What are the Vulture Funds
Vulture funds are monies destined for the purchase of debts of companies or countries on the edge or in bankruptcy as a capital investment.
Vulture funds are capitals managed by investment companies for the payment of debts of nations or companies in or near default. In this way, the debt is bought at a low cost.
Profits are generated from the moment the debtor's economy recovers and he has to start paying the loan to the owners of the vulture fund. The moment between the purchase and the payment can take years as it happened, for example, in the case of Argentina, which adds up to many months of interest at high percentages.
This type of investment fund is disparagingly called a vulture fund because it resembles the act of birds of prey. Like vultures, they seek out organizations or countries with a dying economy to feed themselves, but unlike birds they do so years later.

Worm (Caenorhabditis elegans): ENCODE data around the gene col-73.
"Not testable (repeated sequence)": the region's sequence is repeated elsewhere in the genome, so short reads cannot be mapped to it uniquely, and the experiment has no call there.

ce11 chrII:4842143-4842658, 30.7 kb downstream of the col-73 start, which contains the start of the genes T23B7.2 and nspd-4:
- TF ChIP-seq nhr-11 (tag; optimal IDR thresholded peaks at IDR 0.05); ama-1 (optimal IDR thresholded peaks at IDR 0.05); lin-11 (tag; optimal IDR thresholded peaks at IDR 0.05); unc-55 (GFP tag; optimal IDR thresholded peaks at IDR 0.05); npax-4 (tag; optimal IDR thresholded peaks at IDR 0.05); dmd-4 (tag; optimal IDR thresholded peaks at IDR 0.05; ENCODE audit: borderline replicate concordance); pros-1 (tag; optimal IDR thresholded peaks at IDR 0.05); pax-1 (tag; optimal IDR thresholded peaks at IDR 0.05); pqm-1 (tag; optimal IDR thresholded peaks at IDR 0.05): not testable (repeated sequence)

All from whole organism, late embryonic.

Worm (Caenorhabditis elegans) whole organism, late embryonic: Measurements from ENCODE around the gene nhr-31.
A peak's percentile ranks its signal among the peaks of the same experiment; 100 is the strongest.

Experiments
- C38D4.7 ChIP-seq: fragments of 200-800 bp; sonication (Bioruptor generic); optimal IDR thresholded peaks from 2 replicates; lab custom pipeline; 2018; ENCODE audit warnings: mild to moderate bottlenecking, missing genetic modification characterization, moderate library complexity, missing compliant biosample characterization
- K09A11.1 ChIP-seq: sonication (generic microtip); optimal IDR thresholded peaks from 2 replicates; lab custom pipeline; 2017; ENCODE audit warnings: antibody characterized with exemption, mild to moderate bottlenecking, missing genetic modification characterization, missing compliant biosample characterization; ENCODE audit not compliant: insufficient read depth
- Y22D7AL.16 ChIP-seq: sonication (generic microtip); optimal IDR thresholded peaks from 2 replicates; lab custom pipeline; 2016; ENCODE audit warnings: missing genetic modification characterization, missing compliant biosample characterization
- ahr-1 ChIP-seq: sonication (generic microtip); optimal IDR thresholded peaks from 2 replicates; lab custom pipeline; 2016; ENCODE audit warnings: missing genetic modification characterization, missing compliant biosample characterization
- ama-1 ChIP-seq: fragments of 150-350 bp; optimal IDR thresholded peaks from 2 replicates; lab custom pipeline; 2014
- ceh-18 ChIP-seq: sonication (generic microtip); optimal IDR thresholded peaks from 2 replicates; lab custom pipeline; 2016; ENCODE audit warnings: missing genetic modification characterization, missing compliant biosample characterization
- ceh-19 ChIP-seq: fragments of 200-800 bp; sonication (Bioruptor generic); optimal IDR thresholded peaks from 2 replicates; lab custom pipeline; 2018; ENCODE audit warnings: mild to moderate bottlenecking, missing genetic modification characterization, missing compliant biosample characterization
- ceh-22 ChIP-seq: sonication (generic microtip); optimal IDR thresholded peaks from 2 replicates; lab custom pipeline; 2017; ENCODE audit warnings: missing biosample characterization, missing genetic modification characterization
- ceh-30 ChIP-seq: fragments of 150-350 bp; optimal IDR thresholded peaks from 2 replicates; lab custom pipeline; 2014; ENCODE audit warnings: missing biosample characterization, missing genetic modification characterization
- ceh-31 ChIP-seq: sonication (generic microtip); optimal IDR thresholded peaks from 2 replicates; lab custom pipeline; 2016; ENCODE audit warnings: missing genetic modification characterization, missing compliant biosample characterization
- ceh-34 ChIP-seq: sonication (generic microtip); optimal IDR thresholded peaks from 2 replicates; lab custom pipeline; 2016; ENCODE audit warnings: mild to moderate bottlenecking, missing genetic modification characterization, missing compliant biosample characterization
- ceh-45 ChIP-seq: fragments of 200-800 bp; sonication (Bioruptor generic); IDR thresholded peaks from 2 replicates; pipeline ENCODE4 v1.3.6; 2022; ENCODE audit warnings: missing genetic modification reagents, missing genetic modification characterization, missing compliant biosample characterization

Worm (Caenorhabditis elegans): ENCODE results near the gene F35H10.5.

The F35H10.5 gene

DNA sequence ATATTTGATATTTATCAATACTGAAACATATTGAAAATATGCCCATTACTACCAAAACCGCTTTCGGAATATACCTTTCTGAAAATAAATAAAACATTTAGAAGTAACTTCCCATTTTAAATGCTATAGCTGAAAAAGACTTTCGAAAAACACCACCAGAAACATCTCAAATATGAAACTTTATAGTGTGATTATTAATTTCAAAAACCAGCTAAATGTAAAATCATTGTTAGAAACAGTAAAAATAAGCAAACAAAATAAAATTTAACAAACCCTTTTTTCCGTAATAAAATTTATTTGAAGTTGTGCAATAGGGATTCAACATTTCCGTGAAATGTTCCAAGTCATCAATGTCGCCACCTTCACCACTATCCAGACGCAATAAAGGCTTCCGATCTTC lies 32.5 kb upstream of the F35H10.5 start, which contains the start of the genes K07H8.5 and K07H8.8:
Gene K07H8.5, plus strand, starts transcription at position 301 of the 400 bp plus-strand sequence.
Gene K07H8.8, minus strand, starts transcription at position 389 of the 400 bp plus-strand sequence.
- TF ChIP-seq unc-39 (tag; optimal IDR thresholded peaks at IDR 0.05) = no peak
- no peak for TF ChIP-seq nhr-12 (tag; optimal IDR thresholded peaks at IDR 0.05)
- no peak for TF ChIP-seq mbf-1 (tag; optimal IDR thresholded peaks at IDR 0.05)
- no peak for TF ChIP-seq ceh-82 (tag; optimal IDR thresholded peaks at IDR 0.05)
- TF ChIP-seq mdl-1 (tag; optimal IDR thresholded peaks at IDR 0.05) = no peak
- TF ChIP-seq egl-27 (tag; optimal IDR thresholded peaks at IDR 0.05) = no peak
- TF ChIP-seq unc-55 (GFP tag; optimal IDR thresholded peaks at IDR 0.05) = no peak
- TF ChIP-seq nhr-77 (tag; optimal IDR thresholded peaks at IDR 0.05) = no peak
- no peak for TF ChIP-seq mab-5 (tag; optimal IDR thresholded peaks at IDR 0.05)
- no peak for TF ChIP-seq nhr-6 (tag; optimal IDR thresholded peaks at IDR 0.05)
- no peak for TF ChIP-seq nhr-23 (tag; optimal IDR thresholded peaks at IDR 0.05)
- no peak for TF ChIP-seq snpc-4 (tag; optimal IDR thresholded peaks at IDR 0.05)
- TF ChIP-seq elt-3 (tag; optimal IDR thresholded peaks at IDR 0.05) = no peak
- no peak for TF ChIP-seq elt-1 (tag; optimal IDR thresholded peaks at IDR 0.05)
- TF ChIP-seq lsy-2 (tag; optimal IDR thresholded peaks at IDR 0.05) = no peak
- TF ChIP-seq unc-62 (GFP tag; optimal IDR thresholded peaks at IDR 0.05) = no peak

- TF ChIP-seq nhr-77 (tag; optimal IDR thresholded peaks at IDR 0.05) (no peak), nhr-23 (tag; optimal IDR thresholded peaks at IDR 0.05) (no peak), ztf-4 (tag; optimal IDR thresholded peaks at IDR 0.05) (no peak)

It is considered a hedge fund, also called risk capital, since they must risk investing in unstable economies that may or may not generate a return. In this sense, it is speculated on the profit of the purchase.
Vulture funds are associated with countries' external debts, which are large sums of money and with little flexibility in payment. In this way, if a country's economy is bankrupt, it becomes impossible to pay this debt (generating more interest), which affects its international economic credibility, thus reducing its international trade, generating a vicious circle that seems impossible to get out without. the help of the vulture funds.
The vulture funds is a Latin American denomination. In English it is generally translated as holdout or vulture fund.
The practice of vulture funds has been cataloged in a form of modern usury due to the high interest, and therefore profit, above the initial cost.